The stabilizing effect of posterior fixations in a destabilized atlantoaxial complex model in canines

Ching Hong Chang, E. Jian Lee, Guan Liang Chang, Jia Hao Chang, Yu Chang Hung, Ming Yang Lee

Research output: Contribution to journalArticle

Abstract

Purpose: This study was conducted to evaluate the kinematic responses and the restorative effectiveness of three posterior fixations in a canine atlantoaxial (C1-2) complex model. Methods: Nine canine ligamentous C1-2 complexes were non-destructively tested in an intact condition, after ligamentous destabilization, and after bilateral stabilization with each of three posterior fixation methods: (1) Halifax inter-laminar clamps; (2) sub-laminar wiring; and (3) individual fixation of the C1 lateral mass and the C2 pedicle with screws and plates. Specimens were subjected to a relevantly applied loads through a loading frame rigidly attached to the C1. Two sets of three markers was separately attached to the mounting jigs of the C1 and the C2 to record the spatial locations after each loading step with a Vicron 370 system. The load-deformation data were analyzed. Results: Under a realistic loading paradigm, destabilized canine C1-2 complex had 3-dimensional motion ranges highly consistent with the corresponding values observed in destabilized cadaveric human C1-2 complex following a non-destructive loading paradigm. All the three posterior fixations significantly restricted the motion range of axial rotation loads (P < 0.05). However, fixation either with posterior inter-articular screws and plates or inter-laminar clamps also effectively restricted the motion ranges of flexion/extension and lateral bending loads, whereas posterior wiring did not. Conclusion: We described a destabilized canine C1-2 complex model. Under a realistic loading paradigm, the model had kinematic analogue of destabilized human C1-2 complex. Our results indicated that posterior stabilization using inter-articular fixation techniques or inter-laminar clamps could effectively restrict hypermotility caused by C1-2 ligamentous destabilization, and, therefore, appeared to be reliable fixation methods. In contrast, posterior wiring alone would preserve more residual motions, and, thus, might need other adjunctive fixations to offer an optimal condition for solid bony fusion.

Original languageEnglish
Pages (from-to)211-219
Number of pages9
JournalJournal of Musculoskeletal Research
Volume7
Issue number3-4
Publication statusPublished - 2003 Sep 1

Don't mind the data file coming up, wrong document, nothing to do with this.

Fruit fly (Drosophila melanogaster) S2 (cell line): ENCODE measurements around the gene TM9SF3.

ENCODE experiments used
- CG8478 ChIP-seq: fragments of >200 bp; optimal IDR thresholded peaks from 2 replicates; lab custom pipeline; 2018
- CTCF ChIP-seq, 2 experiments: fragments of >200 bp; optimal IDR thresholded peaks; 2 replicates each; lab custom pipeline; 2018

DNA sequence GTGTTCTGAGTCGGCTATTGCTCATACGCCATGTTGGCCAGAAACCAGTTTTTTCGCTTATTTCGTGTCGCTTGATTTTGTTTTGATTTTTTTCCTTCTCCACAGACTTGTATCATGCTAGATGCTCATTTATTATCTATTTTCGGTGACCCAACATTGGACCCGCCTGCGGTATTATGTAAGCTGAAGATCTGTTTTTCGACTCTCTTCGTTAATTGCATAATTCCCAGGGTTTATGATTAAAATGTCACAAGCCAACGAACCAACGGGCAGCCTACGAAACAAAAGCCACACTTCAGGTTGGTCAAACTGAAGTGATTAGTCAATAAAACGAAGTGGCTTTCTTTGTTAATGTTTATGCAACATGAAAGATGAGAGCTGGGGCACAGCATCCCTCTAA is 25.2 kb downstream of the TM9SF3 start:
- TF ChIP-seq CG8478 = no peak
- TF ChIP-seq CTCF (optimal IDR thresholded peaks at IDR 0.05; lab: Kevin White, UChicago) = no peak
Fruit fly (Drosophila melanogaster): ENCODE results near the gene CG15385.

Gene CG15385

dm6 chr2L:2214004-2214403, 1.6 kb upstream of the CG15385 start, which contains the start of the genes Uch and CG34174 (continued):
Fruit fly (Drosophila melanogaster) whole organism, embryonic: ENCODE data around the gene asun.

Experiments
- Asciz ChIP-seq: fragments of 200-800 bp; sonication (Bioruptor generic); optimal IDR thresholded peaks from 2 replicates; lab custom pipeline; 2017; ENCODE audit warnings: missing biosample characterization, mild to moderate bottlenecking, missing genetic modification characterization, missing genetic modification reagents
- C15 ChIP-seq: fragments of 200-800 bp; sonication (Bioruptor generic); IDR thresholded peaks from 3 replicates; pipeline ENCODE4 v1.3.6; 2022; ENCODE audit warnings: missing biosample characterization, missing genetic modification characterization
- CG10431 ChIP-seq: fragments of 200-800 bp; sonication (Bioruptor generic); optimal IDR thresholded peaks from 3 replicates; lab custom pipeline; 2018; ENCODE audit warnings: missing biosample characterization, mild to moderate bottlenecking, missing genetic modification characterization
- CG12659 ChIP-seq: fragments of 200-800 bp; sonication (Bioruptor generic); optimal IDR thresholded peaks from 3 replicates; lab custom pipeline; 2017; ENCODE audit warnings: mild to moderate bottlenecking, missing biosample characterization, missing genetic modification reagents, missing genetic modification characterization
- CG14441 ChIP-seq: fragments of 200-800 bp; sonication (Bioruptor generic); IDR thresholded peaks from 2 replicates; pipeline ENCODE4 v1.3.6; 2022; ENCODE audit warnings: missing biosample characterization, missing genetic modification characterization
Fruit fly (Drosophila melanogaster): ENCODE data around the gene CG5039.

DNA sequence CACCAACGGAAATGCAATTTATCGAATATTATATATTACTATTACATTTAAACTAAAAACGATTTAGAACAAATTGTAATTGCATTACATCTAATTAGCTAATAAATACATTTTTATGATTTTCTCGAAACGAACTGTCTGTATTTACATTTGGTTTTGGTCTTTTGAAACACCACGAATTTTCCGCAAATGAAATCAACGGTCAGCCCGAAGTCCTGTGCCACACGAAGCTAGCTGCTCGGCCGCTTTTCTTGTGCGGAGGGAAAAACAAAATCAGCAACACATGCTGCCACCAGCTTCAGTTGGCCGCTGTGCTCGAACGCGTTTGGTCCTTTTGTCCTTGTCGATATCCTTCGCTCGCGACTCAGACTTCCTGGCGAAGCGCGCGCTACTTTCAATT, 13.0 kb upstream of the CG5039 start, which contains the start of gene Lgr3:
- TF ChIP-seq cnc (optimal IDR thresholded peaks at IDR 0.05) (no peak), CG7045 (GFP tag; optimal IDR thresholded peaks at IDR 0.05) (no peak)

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Canidae
Articular Range of Motion
Biomechanical Phenomena
Joints

Keywords

  • Atlantoaxial instability
  • Halifax inter-laminar clamps
  • Posterior lateral inter-articular fixation
  • Posterior wiring

ASJC Scopus subject areas

  • Orthopedics and Sports Medicine

Cite this

The stabilizing effect of posterior fixations in a destabilized atlantoaxial complex model in canines. / Chang, Ching Hong; Lee, E. Jian; Chang, Guan Liang; Chang, Jia Hao; Hung, Yu Chang; Lee, Ming Yang.

In: Journal of Musculoskeletal Research, Vol. 7, No. 3-4, 01.09.2003, p. 211-219.

Research output: Contribution to journalArticle

Chang, Ching Hong ; Lee, E. Jian ; Chang, Guan Liang ; Chang, Jia Hao ; Hung, Yu Chang ; Lee, Ming Yang. / The stabilizing effect of posterior fixations in a destabilized atlantoaxial complex model in canines. In: Journal of Musculoskeletal Research. 2003 ; Vol. 7, No. 3-4. pp. 211-219.
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AB - Purpose: This study was conducted to evaluate the kinematic responses and the restorative effectiveness of three posterior fixations in a canine atlantoaxial (C1-2) complex model. Methods: Nine canine ligamentous C1-2 complexes were non-destructively tested in an intact condition, after ligamentous destabilization, and after bilateral stabilization with each of three posterior fixation methods: (1) Halifax inter-laminar clamps; (2) sub-laminar wiring; and (3) individual fixation of the C1 lateral mass and the C2 pedicle with screws and plates. Specimens were subjected to a relevantly applied loads through a loading frame rigidly attached to the C1. Two sets of three markers was separately attached to the mounting jigs of the C1 and the C2 to record the spatial locations after each loading step with a Vicron 370 system. The load-deformation data were analyzed. Results: Under a realistic loading paradigm, destabilized canine C1-2 complex had 3-dimensional motion ranges highly consistent with the corresponding values observed in destabilized cadaveric human C1-2 complex following a non-destructive loading paradigm. All the three posterior fixations significantly restricted the motion range of axial rotation loads (P < 0.05). However, fixation either with posterior inter-articular screws and plates or inter-laminar clamps also effectively restricted the motion ranges of flexion/extension and lateral bending loads, whereas posterior wiring did not. Conclusion: We described a destabilized canine C1-2 complex model. Under a realistic loading paradigm, the model had kinematic analogue of destabilized human C1-2 complex. Our results indicated that posterior stabilization using inter-articular fixation techniques or inter-laminar clamps could effectively restrict hypermotility caused by C1-2 ligamentous destabilization, and, therefore, appeared to be reliable fixation methods. In contrast, posterior wiring alone would preserve more residual motions, and, thus, might need other adjunctive fixations to offer an optimal condition for solid bony fusion.

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